One hundred eighty lots of Titanic-related relics, autographs and memorabilia are on the block in RR Auction”s Titanic 100th Anniversary Auction, running now through April 26. The autographs and artifacts poignantly convey the legacy of not only the Titanic, but her passengers as well; the individuals whose lives were lost or changed forever with the most devastating peacetime disaster in maritime history.
Among the museum-worthy artifacts featured in the auction:
- An original fragment of the Titanic’s aft grand staircase, which was within frightening proximity of the exact location the ship broke in two
- An 18 karat gold collar stud recovered from the body of first class passenger, Austin Partner, and returned to his family
- A rare nostalgic locket recovered from Edward Herbert Keeping
- A rare pay slip from a surviving crewman; for his six days of service aboard the Titanic
- One of the Titanic”s deck chairs.
The Band Played On
One of the most touching offerings is the last known letter from Wallace Hartley, the Titanic”s bandleader.
Leaving on Wednesday, April 10, 1912 on its maiden voyage from Southampton, England to New York, the Titanic was the largest passenger ship ever built and the height of class and luxury. Although in compliance with the safety standards of the time, the Titanic did not have enough lifeboats to accommodate everyone on board. When it struck an iceberg in the middle of the Atlantic, one of the worst maritime disasters in history took place.
There are few accounts of selflessness in history more moving than that of Wallace Hartley and his Titanic band mates. While the ship slowly slipped beneath the waves in the dark hours of April 15, 1912, Hartley led his fellow musicians in what would become the last melodies many of the 1,517 casualties would hear and in so doing became one of the most famous heroes of the tragedy.
The rare two-page letter up for auction was written by Hartley on Titanic letterhead, and is dated April 10, 1912.
Hartley’s only letter home, he writes to his parents during his first day on the ill-fated ship, saying, in part: We have a fine band & the boys seem very nice—I shall probably arrive home on the Sunday morning.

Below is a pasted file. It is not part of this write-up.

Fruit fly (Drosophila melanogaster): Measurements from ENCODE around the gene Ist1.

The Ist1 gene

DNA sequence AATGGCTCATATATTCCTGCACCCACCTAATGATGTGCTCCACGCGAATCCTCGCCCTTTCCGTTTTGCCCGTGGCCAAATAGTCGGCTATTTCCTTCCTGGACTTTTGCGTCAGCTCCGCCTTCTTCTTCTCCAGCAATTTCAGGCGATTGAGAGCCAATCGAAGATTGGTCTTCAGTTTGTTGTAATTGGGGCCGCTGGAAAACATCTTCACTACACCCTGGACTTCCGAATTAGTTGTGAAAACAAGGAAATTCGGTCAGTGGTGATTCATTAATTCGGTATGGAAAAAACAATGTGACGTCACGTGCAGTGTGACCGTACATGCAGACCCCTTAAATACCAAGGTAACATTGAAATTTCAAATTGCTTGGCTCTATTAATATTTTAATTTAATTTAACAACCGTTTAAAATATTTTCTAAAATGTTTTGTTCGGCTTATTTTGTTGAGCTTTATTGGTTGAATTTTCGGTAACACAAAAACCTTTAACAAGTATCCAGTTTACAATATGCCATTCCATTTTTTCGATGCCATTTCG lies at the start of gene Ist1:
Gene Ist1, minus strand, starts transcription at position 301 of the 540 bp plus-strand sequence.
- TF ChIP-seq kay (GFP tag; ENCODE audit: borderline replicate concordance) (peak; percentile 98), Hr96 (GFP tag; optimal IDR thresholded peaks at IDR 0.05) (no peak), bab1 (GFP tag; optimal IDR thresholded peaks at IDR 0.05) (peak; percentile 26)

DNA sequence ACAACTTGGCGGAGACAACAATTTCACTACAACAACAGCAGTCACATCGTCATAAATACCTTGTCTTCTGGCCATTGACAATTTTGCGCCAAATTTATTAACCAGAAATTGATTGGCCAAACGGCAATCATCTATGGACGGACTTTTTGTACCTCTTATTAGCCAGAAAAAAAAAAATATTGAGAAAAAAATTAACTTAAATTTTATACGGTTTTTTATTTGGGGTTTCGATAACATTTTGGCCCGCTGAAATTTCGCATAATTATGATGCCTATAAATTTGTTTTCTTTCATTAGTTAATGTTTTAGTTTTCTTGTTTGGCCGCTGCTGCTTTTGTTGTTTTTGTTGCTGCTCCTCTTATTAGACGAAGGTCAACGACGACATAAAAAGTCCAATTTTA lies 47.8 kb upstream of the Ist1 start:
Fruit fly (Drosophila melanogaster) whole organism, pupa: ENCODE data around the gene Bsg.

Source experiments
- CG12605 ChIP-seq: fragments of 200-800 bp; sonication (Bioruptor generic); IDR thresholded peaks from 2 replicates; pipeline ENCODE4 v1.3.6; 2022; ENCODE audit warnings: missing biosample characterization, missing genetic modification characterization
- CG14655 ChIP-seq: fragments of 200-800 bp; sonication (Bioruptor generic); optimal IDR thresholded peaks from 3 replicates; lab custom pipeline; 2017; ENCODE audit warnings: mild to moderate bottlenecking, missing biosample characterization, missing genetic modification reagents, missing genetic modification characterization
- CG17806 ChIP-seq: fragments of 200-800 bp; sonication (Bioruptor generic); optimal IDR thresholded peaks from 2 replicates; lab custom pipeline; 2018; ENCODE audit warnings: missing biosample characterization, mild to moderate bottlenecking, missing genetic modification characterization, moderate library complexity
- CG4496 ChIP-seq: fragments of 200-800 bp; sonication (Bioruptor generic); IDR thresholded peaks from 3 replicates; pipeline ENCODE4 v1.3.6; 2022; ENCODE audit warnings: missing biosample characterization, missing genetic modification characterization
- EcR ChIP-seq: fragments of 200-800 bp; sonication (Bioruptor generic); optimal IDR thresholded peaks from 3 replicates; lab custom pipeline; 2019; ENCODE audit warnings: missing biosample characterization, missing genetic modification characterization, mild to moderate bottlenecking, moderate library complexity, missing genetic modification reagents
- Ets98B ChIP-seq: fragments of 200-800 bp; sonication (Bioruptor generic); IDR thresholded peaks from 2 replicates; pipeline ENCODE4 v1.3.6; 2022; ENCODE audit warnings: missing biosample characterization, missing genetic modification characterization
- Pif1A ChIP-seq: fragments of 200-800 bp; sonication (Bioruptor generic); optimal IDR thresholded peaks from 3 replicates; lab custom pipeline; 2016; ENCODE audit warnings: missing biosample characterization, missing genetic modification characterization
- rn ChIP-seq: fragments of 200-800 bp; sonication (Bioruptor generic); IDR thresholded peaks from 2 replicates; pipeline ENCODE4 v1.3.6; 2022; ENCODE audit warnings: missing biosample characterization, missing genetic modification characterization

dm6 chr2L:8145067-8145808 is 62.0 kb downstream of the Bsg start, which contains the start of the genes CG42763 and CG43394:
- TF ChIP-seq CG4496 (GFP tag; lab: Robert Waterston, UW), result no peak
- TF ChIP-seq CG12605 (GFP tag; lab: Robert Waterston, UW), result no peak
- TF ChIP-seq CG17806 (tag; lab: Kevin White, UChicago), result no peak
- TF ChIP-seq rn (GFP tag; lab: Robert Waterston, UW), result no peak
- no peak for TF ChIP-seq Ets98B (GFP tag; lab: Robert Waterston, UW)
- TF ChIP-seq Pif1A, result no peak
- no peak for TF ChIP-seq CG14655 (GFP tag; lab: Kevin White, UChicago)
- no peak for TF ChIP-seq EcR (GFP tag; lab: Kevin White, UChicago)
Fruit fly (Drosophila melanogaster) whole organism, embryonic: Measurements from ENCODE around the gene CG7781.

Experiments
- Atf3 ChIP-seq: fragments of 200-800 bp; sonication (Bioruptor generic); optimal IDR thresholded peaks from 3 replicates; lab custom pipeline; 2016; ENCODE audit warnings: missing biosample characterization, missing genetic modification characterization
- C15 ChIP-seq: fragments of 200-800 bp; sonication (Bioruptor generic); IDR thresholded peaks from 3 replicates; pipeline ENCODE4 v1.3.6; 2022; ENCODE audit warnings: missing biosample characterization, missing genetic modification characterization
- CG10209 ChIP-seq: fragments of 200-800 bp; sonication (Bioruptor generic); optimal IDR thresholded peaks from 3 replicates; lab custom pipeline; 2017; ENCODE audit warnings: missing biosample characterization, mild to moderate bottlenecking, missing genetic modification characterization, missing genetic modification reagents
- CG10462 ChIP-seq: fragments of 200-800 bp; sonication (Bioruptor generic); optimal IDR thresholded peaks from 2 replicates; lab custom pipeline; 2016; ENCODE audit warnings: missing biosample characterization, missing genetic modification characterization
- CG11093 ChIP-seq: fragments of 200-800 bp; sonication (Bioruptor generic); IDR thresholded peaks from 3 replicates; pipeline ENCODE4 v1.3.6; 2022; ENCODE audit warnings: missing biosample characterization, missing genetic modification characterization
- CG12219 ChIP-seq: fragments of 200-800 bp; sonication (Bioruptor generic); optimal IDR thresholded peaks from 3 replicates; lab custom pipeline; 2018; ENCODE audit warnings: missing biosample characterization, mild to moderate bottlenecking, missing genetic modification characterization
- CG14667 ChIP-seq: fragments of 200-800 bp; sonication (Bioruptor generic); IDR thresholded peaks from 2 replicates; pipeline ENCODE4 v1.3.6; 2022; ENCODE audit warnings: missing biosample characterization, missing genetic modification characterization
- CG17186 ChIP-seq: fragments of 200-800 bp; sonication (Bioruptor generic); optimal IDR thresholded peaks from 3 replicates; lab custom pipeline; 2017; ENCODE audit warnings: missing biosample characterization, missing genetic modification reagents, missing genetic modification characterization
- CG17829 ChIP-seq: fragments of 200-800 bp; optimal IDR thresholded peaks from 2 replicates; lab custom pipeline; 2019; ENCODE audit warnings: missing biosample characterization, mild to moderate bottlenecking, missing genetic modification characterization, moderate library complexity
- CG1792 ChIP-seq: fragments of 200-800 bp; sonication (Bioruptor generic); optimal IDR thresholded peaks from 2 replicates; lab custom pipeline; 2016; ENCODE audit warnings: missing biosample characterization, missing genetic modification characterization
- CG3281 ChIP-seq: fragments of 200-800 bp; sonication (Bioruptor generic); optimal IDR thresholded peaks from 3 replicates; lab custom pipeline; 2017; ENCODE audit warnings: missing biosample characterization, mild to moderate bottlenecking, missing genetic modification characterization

Just four days after penning this letter, Hartley and his crew would become heroes as “the band played on,” serenading the passengers as they assembled in the First Class Lounge, waiting to board lifeboats, and relocating when the passengers were ushered to the Boat Deck, assembling near the Grand Staircase. The men continued their orchestral vigil until the Titanic succumbed to the overwhelming force of the Atlantic, watching and playing as over 700 men, women, and children passed by them to safety.
Witnesses in lifeboats reported seeing Hartley and his band mates swept into the ocean and his last words to his band are reputed to have been, “Gentlemen, I bid you farewell.”
“Hartley and his orchestra’s role during the Titanic’s final moments is widely considered to be among the noblest acts of heroism at sea,” says RR Auction vice-president, Bobby Livingston.
“After the Titanic struck the iceberg the band began to play music to calm the passengers—a valiant effort to prevent the passengers from becoming panic-stricken.”
Hartley’s body was recovered several weeks later and more than 1,000 people attended his funeral with a further 40,000 lining the cortege rout.
He is remembered with a statue in his hometown and has featured prominently in film and television adaptations of the Titanic story, most notably portrayed by Jonathan Evans-Jones in James Cameron’s 1997 blockbuster movie.
Bidding in the Titanic 100th Anniversary Auction started today, April 19 and closes on April 26.
For more information and to bid, go to RRAuction.com.